NGO Global Witness also filed a case against Shell in the US alleging that the firm had misled investors by overstating its investments in renewable energy, with only 1.5% being spent on solar and wind power rather than the 12% that the oil and gas giant claimed. 

Client Earth’s Marjanac underlined that institutional investment involvement in climate litigation is “certainly a trend to watch”, with there being “quite a lot of ESG-related litigation by institutions”, particularly in the US. 

Climate litigation on the rise 

Marjanac also highlighted the case of institutional investors taking action against auto manufacturer Volkswagen (VW) in Germany. The group of investors, including the Church of England Pensions Board (CoEPB), Denmark’s AkademikerPension and Swedish pension funds AP7, AP2, AP3, AP4, took the car manufacturer to court for allegedly withholding details on its climate lobbying.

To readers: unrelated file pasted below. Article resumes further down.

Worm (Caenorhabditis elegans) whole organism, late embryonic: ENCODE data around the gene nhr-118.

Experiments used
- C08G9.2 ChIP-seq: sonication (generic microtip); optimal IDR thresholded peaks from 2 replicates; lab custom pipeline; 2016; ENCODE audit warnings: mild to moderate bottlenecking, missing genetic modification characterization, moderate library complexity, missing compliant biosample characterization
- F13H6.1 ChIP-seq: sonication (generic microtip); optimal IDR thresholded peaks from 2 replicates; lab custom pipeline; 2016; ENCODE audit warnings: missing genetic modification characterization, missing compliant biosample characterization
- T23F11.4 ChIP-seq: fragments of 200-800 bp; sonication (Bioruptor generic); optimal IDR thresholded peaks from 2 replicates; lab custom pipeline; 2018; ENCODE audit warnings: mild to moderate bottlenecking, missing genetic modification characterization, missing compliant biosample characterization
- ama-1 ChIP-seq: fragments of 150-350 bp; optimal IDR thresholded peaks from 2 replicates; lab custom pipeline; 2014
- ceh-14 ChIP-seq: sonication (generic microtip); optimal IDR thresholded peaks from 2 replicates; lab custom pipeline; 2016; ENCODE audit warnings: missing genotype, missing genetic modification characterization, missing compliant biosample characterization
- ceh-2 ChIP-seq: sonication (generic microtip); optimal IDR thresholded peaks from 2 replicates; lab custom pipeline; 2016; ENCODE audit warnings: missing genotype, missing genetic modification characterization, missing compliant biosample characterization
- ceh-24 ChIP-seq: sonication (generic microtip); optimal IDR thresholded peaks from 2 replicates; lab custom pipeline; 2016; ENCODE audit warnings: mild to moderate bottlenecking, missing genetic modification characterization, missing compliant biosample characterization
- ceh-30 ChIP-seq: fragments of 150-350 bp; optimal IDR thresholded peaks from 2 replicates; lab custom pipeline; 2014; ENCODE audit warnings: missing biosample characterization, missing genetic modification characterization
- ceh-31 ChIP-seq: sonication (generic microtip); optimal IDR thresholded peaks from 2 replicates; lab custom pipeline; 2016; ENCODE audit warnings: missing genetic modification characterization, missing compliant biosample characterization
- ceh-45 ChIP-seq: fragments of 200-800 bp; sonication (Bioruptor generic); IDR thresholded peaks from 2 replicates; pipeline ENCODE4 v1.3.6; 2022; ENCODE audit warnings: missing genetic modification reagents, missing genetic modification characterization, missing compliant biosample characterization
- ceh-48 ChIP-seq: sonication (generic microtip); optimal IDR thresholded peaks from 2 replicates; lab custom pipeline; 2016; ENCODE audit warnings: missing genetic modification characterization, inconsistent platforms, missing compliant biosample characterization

The investors claimed that the German carmaker had refused repeated attempts to “reveal crucial information” on its corporate climate lobbying.

Laura Hillis, Director of Climate & Environment at the CoEPB, said that VW’s activities on climate lobbying and “insufficient emissions” reduction targets continue to hold it back from realising the ambition of a net zero future. 

The report also noted ClientEarth’s complaint against a BP advertising campaign filed in 2020 as an early indicator of a trend for companies to overstate their investments in renewables, which the GRI cites as a “major cause for concern”. 

Research published by the GRI last month highlighted a causal link between climate litigation and stock prices, with analysis of 108 climate change lawsuits against US and European-listed companies between 2005-21 highlighting that climate litigation filings or unfavourable court decisions reduced firm value by –0.41% on average.